I think it’s great that people are talking so openly about sex especially when it comes to people not fearing they’ll be judged for what gender they choose to love or young people being able to ask questions without people assuming they are trying to make a pregnancy pact. But sometimes people being so TMI about their sexual intentions kills the mystery which as a result kills the mood. I think that’s why I enjoy Drake so much; he can just as easily hold his own surrounded by bouncing booties on a single like “Pop That” and then turn around and express how vulnerable he actually is on a song like “Hate Sleeping Alone.”
There’s time and place for passion, but as women we can’t wonder where the romance and respect went when any man who isn’t telling us to bend over and look back at him is considered a clown. Ladies if we want romance and candlelight, we have to think more about love than dropping it low and spreading it wide. Fellas, sometimes revealing what you want to stick and lick isn’t nearly as arousing as telling a woman that you just want to hold her. Romance and ratchet don’t mix and we don’t always want baby-making music as much as we want to boo love. The subtle art of flirting and courtship needs to be brought back not only to hip hop, but to relationships every where. That doesn’t have to mean cliched rose petals leading to the bedroom or Barry White and candlelight, but try being a little creative. I like it rough, but take a note from Otis Redding and try a little tenderness.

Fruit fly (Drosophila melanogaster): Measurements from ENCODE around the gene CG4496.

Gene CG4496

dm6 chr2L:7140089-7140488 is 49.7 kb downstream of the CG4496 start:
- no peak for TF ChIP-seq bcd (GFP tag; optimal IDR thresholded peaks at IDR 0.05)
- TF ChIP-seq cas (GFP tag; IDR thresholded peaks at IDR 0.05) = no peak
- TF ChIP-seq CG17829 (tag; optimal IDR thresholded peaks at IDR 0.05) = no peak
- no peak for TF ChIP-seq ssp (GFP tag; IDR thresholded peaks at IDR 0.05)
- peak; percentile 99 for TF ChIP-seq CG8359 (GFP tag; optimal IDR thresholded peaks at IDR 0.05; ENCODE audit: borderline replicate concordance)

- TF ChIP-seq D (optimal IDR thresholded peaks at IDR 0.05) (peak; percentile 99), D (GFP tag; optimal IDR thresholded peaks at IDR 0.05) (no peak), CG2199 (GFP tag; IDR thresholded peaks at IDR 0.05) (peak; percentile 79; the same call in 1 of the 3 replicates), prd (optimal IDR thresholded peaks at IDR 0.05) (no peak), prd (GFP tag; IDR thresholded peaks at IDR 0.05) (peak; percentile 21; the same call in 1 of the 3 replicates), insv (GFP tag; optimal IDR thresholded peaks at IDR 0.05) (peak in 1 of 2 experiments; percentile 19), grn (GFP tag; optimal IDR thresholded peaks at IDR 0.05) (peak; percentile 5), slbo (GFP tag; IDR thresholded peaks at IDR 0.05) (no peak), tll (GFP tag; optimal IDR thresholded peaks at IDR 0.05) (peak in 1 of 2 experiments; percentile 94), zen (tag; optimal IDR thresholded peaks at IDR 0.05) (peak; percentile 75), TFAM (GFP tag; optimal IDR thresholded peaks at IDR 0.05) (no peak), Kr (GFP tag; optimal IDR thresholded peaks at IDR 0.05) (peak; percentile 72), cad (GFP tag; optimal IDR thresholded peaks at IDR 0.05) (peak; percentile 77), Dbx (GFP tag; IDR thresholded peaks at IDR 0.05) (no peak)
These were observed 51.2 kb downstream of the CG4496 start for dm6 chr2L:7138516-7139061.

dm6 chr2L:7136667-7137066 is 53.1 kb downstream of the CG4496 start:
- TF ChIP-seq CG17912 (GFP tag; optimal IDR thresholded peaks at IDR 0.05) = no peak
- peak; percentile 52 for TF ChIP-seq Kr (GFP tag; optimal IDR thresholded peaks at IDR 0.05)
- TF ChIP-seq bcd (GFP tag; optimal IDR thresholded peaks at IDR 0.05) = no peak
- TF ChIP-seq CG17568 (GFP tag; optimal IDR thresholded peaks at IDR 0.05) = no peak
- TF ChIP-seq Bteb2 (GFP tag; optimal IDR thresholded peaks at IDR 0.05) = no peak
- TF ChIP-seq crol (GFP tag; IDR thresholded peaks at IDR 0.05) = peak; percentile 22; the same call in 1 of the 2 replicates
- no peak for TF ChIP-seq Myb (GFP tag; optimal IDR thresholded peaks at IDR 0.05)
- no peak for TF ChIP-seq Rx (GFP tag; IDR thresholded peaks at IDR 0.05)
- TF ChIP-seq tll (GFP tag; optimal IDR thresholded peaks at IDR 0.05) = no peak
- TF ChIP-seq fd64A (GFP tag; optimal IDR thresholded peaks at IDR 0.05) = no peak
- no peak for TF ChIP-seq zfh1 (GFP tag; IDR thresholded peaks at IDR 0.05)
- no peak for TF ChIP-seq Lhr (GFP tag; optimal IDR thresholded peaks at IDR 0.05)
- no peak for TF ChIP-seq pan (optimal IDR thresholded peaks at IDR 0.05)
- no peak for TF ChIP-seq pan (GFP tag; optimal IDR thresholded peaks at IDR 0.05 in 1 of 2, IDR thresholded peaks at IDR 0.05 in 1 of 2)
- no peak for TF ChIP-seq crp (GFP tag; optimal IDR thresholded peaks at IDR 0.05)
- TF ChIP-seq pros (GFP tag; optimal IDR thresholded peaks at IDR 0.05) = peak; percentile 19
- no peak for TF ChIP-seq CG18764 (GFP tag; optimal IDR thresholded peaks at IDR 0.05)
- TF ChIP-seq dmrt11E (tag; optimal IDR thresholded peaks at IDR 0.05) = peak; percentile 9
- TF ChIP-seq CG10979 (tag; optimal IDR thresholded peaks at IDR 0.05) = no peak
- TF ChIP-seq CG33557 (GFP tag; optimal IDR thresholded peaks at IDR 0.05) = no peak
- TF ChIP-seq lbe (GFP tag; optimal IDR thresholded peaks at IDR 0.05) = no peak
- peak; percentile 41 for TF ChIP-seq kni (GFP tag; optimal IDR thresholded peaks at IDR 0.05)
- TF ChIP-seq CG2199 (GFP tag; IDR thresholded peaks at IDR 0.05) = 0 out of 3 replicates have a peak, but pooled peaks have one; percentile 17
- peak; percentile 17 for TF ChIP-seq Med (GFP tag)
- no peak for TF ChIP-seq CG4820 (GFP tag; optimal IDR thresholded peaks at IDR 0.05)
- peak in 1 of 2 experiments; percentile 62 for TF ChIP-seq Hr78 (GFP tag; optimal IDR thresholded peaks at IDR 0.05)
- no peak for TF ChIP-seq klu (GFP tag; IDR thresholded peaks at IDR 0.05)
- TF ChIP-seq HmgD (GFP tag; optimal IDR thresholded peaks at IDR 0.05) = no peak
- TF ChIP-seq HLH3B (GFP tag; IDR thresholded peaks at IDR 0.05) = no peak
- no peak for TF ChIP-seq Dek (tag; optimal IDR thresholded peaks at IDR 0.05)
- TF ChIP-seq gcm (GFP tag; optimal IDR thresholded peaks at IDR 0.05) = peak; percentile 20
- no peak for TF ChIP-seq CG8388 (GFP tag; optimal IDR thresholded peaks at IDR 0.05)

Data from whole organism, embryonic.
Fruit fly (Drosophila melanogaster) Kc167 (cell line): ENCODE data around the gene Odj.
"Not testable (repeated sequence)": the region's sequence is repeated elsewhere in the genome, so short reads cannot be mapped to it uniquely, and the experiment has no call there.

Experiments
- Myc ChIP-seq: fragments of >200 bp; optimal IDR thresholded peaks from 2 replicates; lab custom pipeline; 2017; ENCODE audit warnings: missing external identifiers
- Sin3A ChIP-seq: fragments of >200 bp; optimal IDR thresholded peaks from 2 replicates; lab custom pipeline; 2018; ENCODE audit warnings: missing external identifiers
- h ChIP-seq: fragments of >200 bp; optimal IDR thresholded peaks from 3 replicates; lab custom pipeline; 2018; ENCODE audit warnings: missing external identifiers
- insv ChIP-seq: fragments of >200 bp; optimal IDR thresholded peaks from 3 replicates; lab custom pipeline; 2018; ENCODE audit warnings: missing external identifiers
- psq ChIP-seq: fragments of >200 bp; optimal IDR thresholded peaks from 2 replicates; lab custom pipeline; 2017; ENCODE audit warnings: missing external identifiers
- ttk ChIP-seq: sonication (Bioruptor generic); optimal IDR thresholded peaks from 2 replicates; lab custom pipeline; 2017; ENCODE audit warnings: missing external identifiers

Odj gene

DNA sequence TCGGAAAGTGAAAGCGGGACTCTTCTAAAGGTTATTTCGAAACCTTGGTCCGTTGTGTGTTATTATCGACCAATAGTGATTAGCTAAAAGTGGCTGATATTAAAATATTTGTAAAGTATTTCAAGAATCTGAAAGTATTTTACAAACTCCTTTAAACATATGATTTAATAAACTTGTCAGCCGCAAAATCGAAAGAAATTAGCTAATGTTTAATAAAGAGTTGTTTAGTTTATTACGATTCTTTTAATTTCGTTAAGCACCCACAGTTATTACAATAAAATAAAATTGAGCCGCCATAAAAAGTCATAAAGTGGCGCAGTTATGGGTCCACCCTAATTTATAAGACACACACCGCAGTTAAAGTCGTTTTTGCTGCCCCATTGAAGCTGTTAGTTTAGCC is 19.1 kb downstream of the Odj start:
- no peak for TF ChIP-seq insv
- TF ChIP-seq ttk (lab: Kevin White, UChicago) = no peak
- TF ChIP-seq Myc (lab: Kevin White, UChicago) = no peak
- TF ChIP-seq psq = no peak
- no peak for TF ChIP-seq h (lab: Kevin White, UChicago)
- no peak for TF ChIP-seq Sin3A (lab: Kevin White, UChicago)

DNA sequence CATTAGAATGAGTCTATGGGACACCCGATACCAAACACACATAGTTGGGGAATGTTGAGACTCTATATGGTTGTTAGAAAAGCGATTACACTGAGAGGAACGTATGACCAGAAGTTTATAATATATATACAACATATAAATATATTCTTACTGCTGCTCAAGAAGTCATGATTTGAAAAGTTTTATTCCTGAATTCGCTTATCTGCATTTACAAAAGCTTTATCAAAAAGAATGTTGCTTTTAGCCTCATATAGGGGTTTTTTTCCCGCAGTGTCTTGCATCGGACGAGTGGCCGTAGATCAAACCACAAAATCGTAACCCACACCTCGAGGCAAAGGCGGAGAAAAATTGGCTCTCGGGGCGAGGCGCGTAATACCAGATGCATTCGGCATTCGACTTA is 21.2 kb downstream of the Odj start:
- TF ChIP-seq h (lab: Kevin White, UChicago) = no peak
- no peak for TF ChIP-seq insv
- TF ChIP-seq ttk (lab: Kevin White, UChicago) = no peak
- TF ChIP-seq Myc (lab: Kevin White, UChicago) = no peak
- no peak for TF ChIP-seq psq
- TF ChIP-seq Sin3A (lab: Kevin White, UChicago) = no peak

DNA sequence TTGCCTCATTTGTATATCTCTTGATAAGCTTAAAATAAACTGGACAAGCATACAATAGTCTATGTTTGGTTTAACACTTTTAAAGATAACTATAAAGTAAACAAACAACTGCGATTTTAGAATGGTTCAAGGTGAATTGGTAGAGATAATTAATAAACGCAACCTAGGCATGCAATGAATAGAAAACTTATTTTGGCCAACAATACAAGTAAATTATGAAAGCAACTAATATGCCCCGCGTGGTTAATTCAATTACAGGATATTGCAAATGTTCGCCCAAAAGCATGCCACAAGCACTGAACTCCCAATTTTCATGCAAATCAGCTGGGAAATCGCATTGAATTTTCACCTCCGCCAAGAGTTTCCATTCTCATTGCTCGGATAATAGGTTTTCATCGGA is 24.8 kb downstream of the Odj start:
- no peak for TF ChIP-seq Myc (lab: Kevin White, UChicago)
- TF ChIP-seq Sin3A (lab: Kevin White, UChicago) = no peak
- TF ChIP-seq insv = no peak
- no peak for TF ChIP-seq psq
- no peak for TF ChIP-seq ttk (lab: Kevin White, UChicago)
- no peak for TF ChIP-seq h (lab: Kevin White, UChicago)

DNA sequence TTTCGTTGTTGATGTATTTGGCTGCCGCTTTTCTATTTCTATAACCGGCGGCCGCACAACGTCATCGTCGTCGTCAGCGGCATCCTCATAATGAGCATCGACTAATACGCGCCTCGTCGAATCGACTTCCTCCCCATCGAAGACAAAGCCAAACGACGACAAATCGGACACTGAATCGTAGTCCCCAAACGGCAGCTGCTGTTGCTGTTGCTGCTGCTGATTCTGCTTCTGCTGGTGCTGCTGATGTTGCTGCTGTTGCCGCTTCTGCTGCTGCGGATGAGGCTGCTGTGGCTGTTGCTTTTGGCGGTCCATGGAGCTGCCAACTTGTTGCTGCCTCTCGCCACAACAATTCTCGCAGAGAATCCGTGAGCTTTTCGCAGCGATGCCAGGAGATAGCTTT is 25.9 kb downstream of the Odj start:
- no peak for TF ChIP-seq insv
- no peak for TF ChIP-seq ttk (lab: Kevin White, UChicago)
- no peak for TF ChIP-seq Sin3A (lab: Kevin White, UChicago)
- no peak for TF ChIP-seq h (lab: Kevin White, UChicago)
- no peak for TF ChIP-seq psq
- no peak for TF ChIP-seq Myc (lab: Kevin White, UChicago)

Can you think of any R&B artists who still sing about love?
Toya Sharee is a community health educator and parenting education coordinator who has a passion for helping young women build their self-esteem and make well-informed choices about their sexual health. She also advocates for women’s reproductive rights and blogs about everything from beauty to love and relationships. Follow her on Twitter @TheTrueTSharee or visit her blog Bullets and Blessings .
“Oh-Hay, Have You Sheen?” 10 Of The Best, WORST And Most Head-Scratch Worthy National Anthem Performances EVER